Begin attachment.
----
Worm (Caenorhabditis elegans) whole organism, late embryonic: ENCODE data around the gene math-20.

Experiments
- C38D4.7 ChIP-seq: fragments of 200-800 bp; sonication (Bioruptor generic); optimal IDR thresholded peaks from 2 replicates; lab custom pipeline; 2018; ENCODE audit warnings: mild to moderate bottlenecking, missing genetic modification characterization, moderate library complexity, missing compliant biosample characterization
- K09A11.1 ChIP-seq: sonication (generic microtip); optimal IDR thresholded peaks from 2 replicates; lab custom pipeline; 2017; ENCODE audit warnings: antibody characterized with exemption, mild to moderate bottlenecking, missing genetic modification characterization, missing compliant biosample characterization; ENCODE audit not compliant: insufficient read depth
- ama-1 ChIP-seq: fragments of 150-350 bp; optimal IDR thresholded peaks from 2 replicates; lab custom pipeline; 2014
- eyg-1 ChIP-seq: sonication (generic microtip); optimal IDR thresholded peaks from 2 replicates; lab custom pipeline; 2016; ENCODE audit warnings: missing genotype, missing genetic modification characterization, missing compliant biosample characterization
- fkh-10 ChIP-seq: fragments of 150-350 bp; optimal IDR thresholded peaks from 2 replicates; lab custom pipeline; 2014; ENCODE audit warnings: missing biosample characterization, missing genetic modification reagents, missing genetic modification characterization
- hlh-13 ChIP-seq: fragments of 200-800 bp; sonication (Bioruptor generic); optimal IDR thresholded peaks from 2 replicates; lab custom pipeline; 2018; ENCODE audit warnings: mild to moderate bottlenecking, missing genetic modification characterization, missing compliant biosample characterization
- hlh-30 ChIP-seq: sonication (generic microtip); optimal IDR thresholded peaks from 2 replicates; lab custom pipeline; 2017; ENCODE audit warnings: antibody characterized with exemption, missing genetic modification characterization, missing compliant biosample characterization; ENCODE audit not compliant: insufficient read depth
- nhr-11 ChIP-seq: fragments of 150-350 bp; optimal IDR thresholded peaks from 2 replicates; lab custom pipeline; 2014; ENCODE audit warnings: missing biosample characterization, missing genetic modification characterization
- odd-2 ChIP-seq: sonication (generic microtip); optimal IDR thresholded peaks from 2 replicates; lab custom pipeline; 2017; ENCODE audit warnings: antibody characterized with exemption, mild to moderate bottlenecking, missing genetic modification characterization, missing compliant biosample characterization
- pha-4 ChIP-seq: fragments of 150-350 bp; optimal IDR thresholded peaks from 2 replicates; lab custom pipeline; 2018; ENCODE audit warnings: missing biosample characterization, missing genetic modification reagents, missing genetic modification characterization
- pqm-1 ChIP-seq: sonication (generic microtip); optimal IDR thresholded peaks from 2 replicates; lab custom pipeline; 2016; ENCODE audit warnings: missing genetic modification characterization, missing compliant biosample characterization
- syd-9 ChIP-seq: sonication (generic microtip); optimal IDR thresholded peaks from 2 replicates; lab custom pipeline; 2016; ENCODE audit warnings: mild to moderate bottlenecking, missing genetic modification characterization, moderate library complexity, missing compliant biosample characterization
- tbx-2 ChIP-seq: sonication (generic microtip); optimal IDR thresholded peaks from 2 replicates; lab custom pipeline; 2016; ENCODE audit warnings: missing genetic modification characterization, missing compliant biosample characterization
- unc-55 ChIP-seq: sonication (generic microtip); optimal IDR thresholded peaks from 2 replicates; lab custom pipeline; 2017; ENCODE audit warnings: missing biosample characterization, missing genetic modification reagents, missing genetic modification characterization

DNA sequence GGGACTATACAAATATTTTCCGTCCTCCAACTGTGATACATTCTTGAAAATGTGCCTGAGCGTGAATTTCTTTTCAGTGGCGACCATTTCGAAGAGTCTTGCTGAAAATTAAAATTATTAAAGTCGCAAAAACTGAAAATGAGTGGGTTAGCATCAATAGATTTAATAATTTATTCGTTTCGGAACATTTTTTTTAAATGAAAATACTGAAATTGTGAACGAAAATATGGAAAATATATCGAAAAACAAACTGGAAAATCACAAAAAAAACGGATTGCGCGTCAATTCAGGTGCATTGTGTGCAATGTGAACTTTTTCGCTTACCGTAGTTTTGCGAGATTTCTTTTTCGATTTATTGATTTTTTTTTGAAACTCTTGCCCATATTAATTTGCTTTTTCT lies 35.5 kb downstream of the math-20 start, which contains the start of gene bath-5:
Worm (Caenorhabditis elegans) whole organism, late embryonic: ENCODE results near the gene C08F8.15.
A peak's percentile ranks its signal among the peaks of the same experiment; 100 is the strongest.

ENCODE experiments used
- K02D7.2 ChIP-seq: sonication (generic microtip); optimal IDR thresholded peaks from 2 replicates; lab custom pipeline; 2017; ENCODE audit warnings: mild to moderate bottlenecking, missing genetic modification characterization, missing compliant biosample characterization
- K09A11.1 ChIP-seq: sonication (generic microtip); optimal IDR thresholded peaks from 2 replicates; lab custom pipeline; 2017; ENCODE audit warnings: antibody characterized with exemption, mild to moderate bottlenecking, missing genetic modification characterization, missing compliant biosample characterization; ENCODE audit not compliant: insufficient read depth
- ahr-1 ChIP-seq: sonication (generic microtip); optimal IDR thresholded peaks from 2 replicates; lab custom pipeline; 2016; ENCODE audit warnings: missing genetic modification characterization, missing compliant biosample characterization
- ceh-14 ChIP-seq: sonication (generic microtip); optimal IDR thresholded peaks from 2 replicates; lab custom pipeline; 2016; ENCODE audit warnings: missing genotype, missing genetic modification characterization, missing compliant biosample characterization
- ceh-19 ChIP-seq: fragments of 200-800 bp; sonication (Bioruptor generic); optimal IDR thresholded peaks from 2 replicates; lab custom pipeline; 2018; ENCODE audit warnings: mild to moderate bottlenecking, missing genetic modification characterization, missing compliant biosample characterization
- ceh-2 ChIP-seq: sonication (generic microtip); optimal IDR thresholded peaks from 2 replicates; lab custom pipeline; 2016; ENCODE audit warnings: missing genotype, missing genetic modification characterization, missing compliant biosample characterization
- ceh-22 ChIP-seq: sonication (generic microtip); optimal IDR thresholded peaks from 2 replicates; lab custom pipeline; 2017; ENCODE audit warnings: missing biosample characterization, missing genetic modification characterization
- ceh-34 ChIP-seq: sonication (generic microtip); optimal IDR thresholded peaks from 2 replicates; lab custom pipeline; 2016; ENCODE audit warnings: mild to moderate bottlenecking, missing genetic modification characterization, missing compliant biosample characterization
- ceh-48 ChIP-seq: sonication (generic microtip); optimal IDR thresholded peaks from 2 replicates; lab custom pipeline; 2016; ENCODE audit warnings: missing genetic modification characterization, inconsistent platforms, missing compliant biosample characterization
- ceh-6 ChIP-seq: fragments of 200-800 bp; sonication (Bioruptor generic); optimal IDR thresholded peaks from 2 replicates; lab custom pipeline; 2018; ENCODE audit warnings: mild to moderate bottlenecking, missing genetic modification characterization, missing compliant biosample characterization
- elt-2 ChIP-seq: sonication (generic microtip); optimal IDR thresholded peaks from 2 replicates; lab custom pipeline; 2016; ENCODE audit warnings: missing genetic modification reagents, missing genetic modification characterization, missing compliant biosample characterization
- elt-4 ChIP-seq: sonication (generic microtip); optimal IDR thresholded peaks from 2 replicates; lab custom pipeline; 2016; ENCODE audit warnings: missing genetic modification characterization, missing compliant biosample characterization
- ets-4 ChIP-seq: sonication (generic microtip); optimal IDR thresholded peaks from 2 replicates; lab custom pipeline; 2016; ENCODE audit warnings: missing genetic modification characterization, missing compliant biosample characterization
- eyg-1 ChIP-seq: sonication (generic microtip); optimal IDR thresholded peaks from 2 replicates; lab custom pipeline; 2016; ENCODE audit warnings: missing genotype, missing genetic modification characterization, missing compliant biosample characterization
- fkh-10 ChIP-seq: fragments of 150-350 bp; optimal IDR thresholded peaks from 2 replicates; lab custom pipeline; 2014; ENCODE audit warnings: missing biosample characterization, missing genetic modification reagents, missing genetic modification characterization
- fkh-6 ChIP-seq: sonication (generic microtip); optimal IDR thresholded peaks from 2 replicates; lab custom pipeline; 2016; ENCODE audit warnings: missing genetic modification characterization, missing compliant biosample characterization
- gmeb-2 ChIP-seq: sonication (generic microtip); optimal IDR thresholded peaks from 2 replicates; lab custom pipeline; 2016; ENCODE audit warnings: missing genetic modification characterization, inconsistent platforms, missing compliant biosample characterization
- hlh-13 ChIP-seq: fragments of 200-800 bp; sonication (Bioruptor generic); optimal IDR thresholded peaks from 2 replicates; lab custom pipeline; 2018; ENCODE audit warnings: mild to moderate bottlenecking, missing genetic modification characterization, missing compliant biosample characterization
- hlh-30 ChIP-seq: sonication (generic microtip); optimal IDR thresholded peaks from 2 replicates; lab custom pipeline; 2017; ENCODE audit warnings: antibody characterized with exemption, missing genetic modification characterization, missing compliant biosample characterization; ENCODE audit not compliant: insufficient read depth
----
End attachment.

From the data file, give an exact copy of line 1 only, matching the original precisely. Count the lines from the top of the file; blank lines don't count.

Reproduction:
Worm (Caenorhabditis elegans) whole organism, late embryonic: ENCODE data around the gene math-20.